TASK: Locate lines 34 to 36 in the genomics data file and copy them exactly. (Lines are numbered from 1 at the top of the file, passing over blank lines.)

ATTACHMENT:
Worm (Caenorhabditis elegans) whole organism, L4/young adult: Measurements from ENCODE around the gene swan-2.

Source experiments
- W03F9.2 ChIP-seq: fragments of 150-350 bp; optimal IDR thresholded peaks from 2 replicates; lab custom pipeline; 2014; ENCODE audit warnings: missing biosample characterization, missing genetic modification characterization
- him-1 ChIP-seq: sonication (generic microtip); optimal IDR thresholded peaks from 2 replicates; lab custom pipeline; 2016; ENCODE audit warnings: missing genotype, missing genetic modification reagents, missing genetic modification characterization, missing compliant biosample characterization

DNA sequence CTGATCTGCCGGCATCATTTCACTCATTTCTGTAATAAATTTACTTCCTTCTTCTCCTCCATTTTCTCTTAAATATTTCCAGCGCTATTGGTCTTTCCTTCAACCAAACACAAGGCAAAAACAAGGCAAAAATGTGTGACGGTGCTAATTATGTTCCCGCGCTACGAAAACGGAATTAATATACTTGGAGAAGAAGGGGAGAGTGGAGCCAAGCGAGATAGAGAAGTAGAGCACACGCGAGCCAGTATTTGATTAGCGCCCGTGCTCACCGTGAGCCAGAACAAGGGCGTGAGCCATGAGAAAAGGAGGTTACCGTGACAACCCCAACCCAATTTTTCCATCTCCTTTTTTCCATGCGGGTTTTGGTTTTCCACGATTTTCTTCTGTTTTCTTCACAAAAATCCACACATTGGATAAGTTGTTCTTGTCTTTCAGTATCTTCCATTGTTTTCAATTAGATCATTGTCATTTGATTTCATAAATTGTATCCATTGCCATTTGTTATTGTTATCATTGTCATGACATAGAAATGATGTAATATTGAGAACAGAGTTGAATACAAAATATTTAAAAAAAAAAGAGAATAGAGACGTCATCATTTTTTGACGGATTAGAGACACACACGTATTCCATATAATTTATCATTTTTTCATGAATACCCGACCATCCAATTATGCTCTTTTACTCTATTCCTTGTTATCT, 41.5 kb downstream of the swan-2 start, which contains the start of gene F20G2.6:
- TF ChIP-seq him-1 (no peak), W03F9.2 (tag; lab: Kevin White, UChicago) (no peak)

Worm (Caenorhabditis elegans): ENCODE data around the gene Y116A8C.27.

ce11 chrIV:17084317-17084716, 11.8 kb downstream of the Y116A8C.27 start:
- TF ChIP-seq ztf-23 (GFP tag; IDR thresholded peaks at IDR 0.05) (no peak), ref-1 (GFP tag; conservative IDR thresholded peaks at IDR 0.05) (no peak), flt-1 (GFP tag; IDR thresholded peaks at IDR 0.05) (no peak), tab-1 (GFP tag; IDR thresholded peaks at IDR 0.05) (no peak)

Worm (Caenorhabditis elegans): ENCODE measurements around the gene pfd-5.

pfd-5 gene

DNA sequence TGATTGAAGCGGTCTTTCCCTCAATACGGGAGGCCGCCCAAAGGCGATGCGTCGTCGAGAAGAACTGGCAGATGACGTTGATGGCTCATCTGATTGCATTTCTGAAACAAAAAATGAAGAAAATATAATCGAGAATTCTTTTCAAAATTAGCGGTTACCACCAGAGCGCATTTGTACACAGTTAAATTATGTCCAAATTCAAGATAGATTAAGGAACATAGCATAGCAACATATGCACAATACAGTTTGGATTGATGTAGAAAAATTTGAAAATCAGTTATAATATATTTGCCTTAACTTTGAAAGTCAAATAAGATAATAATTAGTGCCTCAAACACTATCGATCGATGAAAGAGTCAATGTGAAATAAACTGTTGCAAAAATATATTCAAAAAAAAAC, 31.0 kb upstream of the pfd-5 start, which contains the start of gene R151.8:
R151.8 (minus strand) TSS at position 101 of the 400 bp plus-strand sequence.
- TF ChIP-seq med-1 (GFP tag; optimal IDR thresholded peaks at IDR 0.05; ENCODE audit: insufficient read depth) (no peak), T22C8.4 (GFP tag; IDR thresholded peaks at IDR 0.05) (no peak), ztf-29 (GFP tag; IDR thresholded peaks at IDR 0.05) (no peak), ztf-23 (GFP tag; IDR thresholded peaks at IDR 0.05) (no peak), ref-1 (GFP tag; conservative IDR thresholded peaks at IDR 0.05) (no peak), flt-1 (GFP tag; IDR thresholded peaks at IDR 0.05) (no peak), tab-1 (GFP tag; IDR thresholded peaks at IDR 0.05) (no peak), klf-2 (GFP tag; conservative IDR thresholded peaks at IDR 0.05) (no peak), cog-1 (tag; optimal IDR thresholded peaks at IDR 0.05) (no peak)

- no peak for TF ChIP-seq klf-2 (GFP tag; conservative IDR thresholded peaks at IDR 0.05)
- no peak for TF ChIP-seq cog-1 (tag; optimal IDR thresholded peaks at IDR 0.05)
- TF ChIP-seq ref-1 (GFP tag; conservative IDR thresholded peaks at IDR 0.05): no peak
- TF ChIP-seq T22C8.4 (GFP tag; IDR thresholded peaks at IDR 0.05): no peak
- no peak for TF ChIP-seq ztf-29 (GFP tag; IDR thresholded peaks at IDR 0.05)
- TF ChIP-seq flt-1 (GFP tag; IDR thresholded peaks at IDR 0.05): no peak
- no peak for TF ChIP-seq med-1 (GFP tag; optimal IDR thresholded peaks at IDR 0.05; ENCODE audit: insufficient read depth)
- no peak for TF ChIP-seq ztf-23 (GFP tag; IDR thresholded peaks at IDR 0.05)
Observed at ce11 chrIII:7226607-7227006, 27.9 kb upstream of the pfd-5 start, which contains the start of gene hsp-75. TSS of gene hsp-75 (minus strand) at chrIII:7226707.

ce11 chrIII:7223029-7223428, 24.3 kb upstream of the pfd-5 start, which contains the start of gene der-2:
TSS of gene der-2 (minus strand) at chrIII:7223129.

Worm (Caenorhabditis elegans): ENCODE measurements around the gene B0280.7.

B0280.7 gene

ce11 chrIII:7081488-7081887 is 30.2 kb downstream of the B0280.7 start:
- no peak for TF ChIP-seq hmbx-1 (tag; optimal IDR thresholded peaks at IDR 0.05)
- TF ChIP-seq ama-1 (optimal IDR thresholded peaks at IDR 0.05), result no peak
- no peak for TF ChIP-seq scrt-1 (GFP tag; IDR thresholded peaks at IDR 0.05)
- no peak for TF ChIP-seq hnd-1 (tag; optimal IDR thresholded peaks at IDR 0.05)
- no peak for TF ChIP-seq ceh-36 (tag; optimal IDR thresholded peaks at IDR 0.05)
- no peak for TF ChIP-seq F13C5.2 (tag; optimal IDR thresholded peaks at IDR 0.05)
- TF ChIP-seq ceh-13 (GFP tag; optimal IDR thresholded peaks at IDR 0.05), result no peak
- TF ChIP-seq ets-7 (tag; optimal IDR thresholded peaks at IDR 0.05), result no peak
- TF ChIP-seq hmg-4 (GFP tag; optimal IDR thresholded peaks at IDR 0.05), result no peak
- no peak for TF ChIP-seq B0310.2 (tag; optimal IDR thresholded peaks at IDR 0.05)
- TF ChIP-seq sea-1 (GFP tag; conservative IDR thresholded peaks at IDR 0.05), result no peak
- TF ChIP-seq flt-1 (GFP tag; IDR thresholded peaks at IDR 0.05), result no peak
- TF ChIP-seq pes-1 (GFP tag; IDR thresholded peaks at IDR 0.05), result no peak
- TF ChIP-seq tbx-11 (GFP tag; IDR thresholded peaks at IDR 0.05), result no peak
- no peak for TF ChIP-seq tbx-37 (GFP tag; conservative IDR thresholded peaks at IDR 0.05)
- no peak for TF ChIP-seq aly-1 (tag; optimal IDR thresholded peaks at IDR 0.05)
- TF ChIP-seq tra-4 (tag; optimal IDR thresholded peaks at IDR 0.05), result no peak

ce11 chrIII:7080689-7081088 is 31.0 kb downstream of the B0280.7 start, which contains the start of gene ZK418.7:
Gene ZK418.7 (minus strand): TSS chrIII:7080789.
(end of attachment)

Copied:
- no peak for TF ChIP-seq F13C5.2 (tag; optimal IDR thresholded peaks at IDR 0.05)
- TF ChIP-seq ceh-13 (GFP tag; optimal IDR thresholded peaks at IDR 0.05), result no peak
- TF ChIP-seq ets-7 (tag; optimal IDR thresholded peaks at IDR 0.05), result no peak